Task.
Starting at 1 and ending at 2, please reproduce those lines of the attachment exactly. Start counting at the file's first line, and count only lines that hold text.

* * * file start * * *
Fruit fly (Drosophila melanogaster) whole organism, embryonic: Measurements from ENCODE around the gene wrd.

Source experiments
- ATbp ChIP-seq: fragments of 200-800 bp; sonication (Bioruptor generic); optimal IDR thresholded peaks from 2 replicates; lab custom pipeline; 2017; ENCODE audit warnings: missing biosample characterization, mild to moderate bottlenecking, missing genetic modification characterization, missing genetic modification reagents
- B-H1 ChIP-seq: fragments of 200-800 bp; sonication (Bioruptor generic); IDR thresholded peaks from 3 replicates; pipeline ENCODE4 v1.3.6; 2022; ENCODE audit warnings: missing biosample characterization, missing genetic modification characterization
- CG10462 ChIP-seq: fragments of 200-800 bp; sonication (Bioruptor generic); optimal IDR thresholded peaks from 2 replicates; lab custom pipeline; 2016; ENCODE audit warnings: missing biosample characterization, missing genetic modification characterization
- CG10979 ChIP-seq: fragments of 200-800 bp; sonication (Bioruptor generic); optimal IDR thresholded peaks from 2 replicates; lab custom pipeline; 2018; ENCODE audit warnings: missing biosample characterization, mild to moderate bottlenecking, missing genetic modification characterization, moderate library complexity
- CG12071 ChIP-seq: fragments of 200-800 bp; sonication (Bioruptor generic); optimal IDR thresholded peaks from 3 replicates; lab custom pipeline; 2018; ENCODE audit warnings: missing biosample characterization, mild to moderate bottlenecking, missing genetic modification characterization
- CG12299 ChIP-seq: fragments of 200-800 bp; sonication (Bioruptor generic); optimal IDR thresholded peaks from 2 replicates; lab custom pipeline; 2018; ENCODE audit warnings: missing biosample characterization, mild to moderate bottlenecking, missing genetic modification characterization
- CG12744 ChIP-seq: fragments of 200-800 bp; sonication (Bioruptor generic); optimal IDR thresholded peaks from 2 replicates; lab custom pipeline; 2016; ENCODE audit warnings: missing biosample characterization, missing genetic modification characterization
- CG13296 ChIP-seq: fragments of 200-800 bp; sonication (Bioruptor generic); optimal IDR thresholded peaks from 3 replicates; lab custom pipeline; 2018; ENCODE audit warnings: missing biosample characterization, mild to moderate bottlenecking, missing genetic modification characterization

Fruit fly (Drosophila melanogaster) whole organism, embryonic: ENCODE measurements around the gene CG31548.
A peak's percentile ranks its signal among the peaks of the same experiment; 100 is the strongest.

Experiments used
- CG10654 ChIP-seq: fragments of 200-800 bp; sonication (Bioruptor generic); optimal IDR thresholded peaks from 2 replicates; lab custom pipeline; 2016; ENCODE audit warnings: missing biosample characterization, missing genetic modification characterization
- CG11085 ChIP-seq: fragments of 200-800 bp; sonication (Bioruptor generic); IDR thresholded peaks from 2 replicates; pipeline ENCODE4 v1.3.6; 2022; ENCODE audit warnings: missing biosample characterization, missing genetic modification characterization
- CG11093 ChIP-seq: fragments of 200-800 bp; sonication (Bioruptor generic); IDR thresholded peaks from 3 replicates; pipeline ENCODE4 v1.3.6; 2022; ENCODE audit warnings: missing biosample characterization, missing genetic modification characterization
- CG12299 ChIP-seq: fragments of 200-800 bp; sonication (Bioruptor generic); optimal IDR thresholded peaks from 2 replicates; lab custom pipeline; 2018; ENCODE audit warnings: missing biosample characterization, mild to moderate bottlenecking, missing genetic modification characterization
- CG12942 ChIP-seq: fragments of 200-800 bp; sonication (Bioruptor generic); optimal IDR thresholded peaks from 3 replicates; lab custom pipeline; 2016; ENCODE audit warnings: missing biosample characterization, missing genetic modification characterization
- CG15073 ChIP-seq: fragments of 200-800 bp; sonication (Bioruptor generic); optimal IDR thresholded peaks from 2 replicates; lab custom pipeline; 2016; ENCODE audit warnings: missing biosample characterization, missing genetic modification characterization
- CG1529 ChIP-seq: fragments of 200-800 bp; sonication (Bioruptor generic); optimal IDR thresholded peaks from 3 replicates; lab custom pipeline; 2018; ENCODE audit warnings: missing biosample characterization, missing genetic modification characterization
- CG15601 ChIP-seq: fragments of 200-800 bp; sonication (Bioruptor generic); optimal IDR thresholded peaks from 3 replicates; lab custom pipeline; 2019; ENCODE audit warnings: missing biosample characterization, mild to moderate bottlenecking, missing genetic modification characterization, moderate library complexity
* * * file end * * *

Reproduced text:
Fruit fly (Drosophila melanogaster) whole organism, embryonic: Measurements from ENCODE around the gene wrd.

Source experiments